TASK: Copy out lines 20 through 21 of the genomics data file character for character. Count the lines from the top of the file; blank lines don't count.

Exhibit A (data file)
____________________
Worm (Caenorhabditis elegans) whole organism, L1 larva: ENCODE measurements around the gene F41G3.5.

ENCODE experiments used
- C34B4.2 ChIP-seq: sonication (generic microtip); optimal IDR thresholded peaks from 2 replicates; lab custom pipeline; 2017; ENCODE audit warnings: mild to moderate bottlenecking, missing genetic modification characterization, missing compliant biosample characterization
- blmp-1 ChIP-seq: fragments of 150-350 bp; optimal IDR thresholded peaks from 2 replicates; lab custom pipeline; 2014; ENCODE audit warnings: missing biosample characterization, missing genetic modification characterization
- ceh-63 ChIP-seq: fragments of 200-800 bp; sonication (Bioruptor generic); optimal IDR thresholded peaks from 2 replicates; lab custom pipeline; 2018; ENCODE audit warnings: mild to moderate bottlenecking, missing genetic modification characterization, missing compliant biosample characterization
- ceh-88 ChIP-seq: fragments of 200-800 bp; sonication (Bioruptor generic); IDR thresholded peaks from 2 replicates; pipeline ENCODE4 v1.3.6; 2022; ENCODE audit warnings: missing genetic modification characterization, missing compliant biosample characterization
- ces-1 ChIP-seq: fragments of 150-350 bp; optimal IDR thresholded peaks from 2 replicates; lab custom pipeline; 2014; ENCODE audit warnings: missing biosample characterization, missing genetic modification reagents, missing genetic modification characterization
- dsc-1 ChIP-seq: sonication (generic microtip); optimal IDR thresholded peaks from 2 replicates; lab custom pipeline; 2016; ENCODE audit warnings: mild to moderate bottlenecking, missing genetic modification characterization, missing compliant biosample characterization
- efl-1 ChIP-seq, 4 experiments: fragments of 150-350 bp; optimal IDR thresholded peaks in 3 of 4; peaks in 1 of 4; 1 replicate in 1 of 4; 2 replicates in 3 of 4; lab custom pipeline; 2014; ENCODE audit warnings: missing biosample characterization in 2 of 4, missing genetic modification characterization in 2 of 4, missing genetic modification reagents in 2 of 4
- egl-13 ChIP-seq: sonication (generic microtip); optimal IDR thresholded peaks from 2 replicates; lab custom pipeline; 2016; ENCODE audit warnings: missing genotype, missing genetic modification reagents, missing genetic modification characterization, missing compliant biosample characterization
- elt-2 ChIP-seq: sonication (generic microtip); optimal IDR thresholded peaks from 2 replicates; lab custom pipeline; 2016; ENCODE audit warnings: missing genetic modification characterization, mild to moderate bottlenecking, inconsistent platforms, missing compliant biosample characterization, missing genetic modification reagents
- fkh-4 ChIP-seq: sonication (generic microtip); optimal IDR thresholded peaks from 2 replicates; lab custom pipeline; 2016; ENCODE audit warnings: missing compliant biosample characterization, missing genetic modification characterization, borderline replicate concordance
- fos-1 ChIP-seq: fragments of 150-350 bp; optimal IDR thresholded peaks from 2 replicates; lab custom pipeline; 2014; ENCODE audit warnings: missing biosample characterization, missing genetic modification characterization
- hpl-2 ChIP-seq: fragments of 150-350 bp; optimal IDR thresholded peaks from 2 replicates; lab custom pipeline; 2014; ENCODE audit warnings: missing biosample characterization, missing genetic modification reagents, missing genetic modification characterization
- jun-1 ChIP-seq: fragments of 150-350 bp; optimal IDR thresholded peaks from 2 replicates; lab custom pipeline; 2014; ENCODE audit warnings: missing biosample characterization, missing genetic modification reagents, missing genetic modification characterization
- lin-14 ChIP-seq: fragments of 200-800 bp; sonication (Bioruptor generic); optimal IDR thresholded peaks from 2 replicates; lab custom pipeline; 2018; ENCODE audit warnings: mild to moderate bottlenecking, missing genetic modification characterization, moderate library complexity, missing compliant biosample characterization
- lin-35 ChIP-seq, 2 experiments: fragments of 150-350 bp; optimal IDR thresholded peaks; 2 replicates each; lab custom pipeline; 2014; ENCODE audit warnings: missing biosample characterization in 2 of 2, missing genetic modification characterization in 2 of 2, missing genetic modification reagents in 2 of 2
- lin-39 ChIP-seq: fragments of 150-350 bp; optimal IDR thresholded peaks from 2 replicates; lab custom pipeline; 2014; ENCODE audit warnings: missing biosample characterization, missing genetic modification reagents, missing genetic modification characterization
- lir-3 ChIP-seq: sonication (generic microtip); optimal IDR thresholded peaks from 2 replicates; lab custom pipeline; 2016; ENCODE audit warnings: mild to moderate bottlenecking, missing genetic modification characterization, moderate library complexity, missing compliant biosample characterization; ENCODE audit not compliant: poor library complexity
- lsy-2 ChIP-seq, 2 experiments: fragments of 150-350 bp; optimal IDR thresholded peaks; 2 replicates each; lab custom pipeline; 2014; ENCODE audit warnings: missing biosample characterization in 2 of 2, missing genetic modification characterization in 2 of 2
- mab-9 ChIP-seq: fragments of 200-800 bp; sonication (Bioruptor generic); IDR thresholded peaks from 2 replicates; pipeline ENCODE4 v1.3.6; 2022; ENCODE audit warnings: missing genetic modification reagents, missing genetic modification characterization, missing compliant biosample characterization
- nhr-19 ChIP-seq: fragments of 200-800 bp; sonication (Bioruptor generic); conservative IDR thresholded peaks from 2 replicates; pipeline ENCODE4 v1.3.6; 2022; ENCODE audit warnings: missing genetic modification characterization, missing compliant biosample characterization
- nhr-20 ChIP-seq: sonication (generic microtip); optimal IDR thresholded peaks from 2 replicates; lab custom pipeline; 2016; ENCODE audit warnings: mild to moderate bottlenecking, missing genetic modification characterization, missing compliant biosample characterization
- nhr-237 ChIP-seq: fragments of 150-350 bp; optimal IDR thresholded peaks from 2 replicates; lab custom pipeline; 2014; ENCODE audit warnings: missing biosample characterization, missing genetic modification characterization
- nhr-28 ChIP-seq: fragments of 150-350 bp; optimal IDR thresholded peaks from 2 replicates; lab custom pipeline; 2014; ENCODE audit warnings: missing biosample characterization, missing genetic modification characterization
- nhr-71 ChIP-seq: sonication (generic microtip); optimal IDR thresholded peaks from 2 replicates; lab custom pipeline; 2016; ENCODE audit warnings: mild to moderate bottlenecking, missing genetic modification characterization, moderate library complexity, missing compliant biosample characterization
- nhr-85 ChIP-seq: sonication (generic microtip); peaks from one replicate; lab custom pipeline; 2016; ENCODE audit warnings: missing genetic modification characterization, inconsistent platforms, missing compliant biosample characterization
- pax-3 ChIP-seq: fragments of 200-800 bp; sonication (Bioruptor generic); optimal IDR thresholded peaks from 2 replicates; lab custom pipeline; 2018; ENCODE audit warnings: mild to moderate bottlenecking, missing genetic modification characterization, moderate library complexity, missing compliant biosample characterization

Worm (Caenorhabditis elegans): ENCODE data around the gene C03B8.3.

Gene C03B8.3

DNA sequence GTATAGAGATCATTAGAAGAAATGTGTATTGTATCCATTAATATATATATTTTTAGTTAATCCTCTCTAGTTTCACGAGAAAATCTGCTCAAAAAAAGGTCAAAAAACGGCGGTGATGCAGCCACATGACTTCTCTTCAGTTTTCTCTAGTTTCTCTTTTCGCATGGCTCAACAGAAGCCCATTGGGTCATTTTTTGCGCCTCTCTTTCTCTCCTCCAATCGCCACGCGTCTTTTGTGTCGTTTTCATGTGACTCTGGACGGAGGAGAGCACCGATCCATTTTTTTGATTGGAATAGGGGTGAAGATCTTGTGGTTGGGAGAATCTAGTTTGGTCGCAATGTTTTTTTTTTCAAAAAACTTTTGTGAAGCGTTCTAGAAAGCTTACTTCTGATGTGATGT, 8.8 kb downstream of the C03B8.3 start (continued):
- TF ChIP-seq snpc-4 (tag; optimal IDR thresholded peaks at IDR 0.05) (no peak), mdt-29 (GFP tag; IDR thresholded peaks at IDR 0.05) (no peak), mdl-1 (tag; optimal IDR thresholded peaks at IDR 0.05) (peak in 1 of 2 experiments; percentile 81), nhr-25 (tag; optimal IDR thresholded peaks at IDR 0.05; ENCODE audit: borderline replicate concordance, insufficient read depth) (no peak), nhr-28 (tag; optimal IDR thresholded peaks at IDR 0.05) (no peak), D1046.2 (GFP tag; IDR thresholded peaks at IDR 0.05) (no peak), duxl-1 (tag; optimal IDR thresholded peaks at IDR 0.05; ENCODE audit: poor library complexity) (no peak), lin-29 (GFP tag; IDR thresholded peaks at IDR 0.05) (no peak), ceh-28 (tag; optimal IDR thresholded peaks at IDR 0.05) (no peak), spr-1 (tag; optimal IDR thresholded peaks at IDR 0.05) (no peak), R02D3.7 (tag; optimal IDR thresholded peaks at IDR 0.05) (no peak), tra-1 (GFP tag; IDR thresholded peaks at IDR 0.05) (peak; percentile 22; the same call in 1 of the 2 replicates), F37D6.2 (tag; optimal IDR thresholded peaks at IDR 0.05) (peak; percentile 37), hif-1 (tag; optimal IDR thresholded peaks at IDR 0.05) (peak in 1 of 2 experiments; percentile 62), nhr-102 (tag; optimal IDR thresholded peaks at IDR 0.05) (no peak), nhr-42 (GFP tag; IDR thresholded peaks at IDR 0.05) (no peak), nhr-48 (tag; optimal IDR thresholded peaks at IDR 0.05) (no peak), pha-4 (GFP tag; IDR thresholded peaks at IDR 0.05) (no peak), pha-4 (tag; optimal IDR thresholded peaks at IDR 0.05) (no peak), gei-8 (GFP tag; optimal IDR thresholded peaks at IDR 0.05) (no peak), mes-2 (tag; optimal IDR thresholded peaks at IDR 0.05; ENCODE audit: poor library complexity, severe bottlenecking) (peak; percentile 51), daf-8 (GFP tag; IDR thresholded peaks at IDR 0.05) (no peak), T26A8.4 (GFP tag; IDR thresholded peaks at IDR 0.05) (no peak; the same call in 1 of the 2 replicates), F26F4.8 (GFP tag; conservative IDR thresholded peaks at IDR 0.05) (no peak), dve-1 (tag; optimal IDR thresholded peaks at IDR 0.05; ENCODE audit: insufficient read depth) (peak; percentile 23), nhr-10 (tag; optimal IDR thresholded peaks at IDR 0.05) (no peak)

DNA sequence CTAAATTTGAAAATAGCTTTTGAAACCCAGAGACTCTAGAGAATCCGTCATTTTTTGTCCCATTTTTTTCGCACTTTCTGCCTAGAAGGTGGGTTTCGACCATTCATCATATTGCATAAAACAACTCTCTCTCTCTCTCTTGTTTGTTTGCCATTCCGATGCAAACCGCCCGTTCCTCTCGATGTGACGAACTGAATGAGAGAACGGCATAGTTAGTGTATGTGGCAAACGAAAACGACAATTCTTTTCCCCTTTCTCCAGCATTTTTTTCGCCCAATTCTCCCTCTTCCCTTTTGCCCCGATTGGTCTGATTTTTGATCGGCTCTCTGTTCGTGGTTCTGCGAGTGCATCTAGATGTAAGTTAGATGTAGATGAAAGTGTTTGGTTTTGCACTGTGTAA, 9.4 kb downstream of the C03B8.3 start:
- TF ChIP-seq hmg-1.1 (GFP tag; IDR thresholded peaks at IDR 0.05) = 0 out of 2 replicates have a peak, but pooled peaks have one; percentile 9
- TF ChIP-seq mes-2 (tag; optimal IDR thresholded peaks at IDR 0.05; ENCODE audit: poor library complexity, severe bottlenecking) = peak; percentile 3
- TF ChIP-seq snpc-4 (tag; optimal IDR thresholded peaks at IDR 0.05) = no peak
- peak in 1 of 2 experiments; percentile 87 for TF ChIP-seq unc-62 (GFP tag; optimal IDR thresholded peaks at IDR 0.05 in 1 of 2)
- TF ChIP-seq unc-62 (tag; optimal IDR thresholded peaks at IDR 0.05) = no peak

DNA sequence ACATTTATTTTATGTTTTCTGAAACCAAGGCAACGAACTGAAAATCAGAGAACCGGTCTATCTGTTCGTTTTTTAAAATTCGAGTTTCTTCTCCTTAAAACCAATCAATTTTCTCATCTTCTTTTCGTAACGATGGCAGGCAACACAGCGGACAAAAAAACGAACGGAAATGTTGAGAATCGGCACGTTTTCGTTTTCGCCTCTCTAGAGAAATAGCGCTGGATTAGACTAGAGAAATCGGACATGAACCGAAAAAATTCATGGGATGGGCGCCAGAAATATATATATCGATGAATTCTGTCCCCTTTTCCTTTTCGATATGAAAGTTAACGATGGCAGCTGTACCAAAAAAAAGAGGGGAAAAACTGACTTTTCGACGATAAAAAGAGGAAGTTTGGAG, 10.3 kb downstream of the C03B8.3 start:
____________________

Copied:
- lsy-2 ChIP-seq, 2 experiments: fragments of 150-350 bp; optimal IDR thresholded peaks; 2 replicates each; lab custom pipeline; 2014; ENCODE audit warnings: missing biosample characterization in 2 of 2, missing genetic modification characterization in 2 of 2
- mab-9 ChIP-seq: fragments of 200-800 bp; sonication (Bioruptor generic); IDR thresholded peaks from 2 replicates; pipeline ENCODE4 v1.3.6; 2022; ENCODE audit warnings: missing genetic modification reagents, missing genetic modification characterization, missing compliant biosample characterization